My name is Marc Daniels and I am the eldest grandson of Ross Daniels, the inventor of the Ross Root Feeder®. Having devoted the past five years of my life to researching and writing about the spiritual, cultural and ecological roots of gardening, I believe that I have acquired a unique perspective worthy of your consideration. I come here today on the occasion of Dr. King’s historic 1963 “I have a dream” speech to ponder the weeds of prejudice and contemplate those of our gardens.
The famous English poet Swinburne said it well: The rose is taken; The rocks are left when he wastes the plain; The wind that wanders, the weeds wind-shaken, These remain.
So why did God, or if you are an agnostic, Mother Nature, give or rather plague us with such wind-shaken weeds? Is there any redeeming value in the countless hours that farmer or gardener has to spend in field or fallow rooting out this unwanted vegetation? Is there some hidden, mystical purpose in the botanical tension that has been plaguing farmers and their fields, and gardeners and their gardens since time immemorial?
Perhaps the answer lies in the realization that the antithesis that emerges daily between field and flower may be one of our greatest natural resources; perhaps our utmost national treasure.
But not for the reasons you may think obvious.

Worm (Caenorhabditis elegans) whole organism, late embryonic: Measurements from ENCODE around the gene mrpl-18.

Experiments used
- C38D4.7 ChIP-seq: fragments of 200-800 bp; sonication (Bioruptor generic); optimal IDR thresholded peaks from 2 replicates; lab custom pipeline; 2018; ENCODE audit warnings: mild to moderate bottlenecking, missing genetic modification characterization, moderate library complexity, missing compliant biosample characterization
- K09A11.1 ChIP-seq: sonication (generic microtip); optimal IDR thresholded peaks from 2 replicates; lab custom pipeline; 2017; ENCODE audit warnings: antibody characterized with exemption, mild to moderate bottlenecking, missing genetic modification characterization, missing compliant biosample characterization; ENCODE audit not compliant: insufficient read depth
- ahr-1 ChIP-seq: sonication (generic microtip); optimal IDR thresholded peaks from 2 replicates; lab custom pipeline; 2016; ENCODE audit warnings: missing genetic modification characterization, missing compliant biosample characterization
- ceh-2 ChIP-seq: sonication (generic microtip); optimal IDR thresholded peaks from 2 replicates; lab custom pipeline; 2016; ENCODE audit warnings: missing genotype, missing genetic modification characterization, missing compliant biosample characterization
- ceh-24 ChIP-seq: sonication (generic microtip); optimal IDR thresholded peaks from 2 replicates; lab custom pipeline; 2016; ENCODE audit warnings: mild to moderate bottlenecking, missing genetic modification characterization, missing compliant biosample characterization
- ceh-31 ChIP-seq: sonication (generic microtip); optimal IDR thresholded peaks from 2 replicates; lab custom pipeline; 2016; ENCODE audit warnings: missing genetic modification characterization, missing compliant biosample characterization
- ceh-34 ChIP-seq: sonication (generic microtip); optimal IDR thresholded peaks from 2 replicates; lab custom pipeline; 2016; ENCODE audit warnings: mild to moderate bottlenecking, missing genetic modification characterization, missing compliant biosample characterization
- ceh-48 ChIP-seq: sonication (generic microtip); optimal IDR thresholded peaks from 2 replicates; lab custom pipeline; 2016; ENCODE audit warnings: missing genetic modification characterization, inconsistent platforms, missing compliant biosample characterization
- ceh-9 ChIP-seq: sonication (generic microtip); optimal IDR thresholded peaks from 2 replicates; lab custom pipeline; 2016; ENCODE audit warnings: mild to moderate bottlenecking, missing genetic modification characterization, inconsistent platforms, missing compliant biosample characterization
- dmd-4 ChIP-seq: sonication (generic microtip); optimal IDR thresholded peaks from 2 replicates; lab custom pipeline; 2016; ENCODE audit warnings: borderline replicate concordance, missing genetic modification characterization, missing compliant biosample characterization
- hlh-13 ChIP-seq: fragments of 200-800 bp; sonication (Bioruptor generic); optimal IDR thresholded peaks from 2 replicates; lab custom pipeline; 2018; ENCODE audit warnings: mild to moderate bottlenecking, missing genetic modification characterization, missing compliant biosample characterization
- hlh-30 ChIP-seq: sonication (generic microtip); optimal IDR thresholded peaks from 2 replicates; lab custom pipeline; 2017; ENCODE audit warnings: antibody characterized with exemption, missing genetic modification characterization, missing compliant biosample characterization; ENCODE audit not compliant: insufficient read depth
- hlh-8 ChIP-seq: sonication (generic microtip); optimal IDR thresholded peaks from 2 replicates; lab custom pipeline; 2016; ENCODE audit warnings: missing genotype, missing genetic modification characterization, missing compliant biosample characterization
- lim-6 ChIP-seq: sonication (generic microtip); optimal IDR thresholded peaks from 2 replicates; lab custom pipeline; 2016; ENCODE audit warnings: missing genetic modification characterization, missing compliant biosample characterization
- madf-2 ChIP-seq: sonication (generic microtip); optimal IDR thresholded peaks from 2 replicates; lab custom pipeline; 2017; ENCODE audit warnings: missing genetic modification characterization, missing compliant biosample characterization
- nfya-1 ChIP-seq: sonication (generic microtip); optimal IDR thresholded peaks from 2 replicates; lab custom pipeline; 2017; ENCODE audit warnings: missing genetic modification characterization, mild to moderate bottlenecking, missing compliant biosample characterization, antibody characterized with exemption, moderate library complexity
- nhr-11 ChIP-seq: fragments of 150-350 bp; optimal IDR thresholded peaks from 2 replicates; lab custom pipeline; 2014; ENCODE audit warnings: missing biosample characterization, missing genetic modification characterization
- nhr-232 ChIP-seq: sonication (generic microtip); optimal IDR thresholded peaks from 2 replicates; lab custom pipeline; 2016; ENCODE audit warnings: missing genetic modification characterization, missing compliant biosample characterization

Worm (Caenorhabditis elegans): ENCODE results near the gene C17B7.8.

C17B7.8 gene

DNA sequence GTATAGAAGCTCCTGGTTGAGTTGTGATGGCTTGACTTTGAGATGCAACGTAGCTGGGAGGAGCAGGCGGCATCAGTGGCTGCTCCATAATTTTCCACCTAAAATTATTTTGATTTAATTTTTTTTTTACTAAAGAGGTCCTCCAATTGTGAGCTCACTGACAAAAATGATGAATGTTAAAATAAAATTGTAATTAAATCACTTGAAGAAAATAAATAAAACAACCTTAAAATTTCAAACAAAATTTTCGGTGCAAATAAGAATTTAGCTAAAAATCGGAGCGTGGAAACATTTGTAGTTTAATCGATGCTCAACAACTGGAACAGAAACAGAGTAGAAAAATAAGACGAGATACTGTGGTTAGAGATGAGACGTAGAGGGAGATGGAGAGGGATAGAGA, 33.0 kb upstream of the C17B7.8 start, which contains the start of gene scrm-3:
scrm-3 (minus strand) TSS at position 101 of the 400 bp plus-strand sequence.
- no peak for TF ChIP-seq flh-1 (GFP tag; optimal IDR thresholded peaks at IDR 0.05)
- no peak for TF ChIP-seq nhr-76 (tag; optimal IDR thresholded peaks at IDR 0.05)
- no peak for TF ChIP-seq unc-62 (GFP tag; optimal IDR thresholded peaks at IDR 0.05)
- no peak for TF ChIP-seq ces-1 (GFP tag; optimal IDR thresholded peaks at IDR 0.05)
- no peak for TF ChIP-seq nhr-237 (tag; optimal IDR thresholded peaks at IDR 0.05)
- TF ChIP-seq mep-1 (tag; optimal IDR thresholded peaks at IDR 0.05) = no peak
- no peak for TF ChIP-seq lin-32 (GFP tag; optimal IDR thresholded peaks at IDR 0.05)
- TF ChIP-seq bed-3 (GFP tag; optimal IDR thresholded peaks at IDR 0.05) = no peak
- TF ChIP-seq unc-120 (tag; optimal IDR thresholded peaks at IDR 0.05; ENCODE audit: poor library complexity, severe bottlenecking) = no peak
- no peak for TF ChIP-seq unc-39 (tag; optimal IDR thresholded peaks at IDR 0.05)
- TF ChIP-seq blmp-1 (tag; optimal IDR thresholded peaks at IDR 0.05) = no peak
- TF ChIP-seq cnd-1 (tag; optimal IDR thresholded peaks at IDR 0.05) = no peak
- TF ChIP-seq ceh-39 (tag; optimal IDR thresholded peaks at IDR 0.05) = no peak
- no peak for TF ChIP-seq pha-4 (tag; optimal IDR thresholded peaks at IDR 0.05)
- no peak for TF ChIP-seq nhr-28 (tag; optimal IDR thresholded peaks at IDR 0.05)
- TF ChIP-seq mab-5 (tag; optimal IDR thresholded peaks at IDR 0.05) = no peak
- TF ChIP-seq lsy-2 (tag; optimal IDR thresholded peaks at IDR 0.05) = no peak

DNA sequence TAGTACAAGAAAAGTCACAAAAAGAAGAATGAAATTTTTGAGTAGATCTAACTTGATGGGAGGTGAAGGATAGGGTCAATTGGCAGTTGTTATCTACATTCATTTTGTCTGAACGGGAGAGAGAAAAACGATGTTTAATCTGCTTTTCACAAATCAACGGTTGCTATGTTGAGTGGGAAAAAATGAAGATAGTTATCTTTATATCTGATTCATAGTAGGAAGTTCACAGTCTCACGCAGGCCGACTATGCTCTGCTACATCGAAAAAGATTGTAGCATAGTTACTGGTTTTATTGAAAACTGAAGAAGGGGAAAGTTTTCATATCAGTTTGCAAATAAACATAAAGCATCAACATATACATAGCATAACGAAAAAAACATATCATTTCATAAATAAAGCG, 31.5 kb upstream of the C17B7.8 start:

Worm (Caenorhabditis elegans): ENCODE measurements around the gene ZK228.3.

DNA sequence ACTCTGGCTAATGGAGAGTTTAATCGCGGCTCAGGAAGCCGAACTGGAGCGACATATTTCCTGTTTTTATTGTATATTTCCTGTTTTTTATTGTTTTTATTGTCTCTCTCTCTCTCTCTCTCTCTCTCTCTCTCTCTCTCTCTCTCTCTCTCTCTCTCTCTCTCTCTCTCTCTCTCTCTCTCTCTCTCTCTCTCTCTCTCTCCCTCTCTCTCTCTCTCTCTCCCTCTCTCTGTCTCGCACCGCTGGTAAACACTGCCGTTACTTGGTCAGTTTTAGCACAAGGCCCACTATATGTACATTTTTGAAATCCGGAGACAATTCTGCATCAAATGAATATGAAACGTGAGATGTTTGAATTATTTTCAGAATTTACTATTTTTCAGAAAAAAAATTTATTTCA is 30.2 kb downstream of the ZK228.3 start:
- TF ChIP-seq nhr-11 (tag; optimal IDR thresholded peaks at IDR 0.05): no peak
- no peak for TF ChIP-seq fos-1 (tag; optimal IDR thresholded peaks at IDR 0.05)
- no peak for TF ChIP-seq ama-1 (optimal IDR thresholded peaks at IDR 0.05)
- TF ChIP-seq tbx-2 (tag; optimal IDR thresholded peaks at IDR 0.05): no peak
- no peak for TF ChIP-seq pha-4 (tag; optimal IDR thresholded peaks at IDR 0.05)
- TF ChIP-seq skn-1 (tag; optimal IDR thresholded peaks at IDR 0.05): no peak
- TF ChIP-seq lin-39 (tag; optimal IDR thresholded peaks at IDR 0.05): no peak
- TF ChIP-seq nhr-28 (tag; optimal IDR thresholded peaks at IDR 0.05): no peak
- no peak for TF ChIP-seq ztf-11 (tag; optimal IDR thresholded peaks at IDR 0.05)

As the eminent German philosopher Friedrich Nietzsche once said, “antithesis is the narrow gateway through which error most prefers to worm its way towards truth.” A truth that may be, in the words of our Declaration of Independence, self-evident.
If weeds are indeed errors of nature, at least in terms of their utility to humanity, perhaps we can fathom some hidden purpose or meaning which can yet redeem them.
Oscar Wilde, in the Ballad of Reading Gaol told us “Vile deeds like poison weeds bloom well in prison air, it is only what is good in man, that wastes and withers there.”
Wilde, as you may recall, became one of London's most popular playwrights in the early 1890’s. Today he is remembered for his many epigrams and plays which are still revived, and the tragedy of his imprisonment and early death. Sued for “gross indecency” because of the prejudice of others, he effectively recognized that poison weeds of prejudice and bias need to be extracted if the goodness of man is to see the light of day.